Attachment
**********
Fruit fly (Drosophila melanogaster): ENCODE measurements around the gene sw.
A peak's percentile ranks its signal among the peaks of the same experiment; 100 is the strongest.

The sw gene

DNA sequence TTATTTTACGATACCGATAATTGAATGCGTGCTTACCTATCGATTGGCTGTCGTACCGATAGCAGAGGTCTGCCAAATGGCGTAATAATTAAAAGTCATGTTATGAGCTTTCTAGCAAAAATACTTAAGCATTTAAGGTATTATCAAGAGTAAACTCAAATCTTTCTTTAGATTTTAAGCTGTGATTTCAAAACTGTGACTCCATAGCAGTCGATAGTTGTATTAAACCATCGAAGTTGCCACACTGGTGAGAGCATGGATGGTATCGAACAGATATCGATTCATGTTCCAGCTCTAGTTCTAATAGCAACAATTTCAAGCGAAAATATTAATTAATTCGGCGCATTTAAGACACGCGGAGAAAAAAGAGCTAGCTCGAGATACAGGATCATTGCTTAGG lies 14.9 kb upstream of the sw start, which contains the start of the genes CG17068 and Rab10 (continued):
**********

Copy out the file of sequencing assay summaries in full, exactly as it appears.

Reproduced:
Fruit fly (Drosophila melanogaster): ENCODE measurements around the gene sw.
A peak's percentile ranks its signal among the peaks of the same experiment; 100 is the strongest.

The sw gene

DNA sequence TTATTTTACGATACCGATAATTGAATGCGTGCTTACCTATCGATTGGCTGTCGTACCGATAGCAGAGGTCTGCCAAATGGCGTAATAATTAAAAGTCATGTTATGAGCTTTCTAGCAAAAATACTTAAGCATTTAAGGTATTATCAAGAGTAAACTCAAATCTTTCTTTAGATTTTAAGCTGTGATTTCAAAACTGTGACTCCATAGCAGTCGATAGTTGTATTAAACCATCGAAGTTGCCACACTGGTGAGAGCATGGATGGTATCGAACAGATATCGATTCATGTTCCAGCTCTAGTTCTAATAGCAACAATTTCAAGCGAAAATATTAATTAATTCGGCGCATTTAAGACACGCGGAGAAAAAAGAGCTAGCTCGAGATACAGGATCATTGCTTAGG lies 14.9 kb upstream of the sw start, which contains the start of the genes CG17068 and Rab10 (continued):